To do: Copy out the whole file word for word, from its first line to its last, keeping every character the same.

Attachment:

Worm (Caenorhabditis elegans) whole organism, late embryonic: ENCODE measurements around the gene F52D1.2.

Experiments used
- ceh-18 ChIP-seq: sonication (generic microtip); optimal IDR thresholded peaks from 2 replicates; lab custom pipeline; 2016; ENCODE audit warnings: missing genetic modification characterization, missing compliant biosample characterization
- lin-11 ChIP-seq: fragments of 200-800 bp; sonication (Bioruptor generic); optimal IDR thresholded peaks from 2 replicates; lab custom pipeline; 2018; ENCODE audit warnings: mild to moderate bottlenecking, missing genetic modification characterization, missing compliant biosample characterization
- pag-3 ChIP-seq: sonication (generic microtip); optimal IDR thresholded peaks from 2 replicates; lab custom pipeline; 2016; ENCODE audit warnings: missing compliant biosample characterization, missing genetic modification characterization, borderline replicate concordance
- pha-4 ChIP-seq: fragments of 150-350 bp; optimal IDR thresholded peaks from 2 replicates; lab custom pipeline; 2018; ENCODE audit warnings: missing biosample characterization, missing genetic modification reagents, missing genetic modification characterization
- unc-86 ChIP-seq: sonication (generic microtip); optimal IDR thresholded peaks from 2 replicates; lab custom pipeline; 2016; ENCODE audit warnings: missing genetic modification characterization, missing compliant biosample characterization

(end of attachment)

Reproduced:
Worm (Caenorhabditis elegans) whole organism, late embryonic: ENCODE measurements around the gene F52D1.2.

Experiments used
- ceh-18 ChIP-seq: sonication (generic microtip); optimal IDR thresholded peaks from 2 replicates; lab custom pipeline; 2016; ENCODE audit warnings: missing genetic modification characterization, missing compliant biosample characterization
- lin-11 ChIP-seq: fragments of 200-800 bp; sonication (Bioruptor generic); optimal IDR thresholded peaks from 2 replicates; lab custom pipeline; 2018; ENCODE audit warnings: mild to moderate bottlenecking, missing genetic modification characterization, missing compliant biosample characterization
- pag-3 ChIP-seq: sonication (generic microtip); optimal IDR thresholded peaks from 2 replicates; lab custom pipeline; 2016; ENCODE audit warnings: missing compliant biosample characterization, missing genetic modification characterization, borderline replicate concordance
- pha-4 ChIP-seq: fragments of 150-350 bp; optimal IDR thresholded peaks from 2 replicates; lab custom pipeline; 2018; ENCODE audit warnings: missing biosample characterization, missing genetic modification reagents, missing genetic modification characterization
- unc-86 ChIP-seq: sonication (generic microtip); optimal IDR thresholded peaks from 2 replicates; lab custom pipeline; 2016; ENCODE audit warnings: missing genetic modification characterization, missing compliant biosample characterization